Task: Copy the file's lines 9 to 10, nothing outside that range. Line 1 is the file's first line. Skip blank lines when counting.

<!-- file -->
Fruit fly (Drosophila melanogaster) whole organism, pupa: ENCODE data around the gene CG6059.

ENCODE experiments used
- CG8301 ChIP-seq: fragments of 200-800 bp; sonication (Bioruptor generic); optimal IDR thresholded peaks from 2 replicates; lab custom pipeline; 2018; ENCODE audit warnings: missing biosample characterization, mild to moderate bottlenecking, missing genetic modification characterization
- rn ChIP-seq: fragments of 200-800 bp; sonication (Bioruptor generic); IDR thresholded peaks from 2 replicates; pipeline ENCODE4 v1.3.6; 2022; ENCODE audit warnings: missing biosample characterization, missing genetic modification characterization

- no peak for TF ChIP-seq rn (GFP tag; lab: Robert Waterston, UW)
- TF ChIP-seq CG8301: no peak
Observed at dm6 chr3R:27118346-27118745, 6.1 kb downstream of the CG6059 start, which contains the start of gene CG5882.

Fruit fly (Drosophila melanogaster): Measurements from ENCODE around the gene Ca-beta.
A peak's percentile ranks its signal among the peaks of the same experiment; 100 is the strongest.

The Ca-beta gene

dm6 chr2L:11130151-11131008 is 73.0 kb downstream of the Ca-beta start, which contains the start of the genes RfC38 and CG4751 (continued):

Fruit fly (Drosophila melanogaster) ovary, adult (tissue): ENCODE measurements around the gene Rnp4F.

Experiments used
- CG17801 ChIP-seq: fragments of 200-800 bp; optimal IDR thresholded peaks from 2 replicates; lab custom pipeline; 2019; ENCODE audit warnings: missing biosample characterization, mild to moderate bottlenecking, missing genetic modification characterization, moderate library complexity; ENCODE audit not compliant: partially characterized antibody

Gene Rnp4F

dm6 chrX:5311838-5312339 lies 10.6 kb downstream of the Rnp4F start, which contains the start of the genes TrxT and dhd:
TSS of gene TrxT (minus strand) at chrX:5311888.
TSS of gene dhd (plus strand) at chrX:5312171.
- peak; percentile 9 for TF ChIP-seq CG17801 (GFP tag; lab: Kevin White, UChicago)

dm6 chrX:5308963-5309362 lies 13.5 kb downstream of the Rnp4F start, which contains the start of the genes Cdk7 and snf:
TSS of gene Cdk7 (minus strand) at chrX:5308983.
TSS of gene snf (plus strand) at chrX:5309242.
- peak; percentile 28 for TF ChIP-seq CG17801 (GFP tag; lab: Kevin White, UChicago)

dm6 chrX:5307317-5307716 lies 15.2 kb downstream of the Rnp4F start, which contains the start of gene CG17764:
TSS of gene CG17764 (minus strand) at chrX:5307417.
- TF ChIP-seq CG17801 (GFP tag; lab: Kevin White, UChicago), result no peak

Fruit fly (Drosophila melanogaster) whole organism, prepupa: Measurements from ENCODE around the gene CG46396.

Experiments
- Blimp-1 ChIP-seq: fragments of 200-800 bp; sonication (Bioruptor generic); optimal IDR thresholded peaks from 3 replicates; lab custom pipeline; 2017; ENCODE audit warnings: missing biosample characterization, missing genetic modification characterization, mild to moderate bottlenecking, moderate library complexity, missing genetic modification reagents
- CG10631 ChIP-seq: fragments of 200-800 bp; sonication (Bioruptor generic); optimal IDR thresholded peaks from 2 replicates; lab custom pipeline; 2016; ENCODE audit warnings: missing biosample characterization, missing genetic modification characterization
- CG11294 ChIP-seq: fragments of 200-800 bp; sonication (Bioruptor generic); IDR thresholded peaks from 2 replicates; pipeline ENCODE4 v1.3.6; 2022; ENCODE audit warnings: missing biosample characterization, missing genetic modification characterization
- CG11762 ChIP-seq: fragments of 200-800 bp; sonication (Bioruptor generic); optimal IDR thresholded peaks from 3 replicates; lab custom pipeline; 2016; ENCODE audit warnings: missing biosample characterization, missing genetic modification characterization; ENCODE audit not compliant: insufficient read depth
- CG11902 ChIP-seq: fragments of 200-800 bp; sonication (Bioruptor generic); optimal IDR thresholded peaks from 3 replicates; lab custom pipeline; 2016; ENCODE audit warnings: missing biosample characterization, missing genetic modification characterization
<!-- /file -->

A peak's percentile ranks its signal among the peaks of the same experiment; 100 is the strongest.

The Ca-beta gene